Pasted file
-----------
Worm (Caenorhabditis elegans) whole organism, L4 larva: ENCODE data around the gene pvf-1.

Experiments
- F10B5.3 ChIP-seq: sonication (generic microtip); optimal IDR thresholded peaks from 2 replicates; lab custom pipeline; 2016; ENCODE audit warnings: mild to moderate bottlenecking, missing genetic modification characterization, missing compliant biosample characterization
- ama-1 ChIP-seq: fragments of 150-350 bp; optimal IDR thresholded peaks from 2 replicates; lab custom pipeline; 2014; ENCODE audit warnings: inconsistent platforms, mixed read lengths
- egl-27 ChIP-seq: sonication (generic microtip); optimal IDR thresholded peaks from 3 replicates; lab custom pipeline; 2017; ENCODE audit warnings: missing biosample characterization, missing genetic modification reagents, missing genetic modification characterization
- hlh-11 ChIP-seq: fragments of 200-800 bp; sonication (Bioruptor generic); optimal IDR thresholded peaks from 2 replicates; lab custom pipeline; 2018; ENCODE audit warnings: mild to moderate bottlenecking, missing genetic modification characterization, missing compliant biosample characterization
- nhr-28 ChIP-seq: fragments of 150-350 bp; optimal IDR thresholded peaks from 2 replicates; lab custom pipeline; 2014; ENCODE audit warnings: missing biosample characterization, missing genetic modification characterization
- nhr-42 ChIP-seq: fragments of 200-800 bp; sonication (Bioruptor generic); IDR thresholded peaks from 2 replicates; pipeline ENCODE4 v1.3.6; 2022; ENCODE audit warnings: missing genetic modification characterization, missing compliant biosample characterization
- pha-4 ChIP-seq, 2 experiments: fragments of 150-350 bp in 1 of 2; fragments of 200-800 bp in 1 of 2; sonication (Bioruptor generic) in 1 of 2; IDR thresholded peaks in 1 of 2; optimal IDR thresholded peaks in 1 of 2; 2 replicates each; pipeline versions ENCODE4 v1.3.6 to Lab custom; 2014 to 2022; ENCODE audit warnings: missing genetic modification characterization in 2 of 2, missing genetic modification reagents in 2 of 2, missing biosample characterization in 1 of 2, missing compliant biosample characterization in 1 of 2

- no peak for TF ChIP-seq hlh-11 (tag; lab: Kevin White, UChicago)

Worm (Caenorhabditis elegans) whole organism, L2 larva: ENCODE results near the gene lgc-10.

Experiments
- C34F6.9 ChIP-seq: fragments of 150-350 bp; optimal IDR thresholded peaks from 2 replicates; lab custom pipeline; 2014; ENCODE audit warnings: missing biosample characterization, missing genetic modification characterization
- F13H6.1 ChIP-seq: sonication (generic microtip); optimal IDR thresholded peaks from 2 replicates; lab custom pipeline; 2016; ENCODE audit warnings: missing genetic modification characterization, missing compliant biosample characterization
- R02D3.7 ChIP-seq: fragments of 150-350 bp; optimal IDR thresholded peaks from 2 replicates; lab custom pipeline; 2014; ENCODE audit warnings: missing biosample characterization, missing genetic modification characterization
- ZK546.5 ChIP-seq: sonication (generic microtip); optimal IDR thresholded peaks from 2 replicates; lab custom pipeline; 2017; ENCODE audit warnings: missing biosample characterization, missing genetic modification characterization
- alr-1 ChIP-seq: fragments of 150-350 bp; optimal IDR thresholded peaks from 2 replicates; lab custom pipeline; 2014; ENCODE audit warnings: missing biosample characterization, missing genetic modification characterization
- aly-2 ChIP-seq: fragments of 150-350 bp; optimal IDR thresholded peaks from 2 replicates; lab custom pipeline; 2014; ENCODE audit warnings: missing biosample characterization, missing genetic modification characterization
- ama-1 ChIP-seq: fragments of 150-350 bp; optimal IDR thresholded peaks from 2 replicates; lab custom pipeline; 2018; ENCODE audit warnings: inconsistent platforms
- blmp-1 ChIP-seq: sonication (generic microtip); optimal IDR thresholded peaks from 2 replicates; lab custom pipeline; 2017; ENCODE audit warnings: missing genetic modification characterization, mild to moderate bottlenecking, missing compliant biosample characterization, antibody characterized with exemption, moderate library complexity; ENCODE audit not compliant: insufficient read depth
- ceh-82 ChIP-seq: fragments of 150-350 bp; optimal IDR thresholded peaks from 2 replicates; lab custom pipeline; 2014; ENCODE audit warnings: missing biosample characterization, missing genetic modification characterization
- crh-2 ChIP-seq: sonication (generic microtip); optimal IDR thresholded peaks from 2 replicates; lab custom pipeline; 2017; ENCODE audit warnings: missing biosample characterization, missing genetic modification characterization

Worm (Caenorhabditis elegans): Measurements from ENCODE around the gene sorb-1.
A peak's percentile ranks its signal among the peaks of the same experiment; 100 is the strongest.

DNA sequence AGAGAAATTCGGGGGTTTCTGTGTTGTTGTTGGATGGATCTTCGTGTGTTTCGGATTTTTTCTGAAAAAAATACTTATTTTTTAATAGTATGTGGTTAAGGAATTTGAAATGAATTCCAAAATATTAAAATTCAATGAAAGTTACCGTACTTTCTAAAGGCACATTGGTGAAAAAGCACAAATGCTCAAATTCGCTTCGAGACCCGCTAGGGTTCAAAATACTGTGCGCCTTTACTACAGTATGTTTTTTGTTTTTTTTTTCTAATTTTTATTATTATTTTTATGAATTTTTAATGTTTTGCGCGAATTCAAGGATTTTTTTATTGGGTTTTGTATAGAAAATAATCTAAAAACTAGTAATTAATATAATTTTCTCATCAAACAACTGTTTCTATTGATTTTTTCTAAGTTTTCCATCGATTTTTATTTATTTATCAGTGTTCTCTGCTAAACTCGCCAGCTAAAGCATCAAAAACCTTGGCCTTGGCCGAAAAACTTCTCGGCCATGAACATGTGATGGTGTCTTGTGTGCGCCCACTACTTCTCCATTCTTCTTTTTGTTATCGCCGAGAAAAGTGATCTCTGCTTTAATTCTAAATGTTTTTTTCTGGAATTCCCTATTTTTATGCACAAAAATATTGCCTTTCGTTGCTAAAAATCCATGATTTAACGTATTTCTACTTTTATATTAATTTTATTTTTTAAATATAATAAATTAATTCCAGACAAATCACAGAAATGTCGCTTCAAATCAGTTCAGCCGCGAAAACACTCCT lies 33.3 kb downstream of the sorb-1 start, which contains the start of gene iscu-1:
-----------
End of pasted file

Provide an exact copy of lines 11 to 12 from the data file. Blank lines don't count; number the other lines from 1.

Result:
Worm (Caenorhabditis elegans) whole organism, L2 larva: ENCODE results near the gene lgc-10.

Experiments